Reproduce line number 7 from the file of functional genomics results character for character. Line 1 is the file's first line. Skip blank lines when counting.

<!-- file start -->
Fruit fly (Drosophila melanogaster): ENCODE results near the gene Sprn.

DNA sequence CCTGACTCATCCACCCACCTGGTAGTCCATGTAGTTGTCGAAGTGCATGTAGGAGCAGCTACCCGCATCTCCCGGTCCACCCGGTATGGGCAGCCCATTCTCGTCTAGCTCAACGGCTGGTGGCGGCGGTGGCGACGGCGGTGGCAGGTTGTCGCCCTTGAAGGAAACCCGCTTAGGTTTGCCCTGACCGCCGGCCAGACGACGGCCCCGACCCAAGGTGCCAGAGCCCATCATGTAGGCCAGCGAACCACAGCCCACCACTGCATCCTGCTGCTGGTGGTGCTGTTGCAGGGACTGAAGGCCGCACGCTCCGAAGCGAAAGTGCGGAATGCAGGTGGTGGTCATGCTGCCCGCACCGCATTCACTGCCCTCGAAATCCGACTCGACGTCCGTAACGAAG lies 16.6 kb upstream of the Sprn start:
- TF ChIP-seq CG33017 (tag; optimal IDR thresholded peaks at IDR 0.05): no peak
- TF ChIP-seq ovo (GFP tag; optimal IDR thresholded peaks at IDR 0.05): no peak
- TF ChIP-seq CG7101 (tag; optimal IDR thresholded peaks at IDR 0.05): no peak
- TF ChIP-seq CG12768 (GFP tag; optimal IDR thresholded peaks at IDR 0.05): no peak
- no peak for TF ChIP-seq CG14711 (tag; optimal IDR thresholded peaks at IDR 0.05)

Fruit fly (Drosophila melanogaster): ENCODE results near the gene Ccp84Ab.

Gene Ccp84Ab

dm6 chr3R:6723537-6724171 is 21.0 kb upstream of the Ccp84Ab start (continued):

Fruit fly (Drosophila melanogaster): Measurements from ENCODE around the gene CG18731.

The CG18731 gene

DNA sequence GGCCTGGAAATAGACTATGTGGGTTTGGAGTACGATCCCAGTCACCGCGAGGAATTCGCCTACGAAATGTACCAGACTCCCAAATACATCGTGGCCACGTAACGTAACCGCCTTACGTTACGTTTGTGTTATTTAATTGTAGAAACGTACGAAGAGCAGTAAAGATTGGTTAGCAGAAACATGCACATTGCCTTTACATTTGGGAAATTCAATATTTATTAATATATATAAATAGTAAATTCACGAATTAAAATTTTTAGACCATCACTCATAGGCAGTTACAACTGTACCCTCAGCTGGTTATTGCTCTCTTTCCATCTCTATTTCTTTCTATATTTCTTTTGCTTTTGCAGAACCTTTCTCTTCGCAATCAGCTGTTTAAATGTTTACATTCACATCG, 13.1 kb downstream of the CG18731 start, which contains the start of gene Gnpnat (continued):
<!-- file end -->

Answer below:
- no peak for TF ChIP-seq CG14711 (tag; optimal IDR thresholded peaks at IDR 0.05)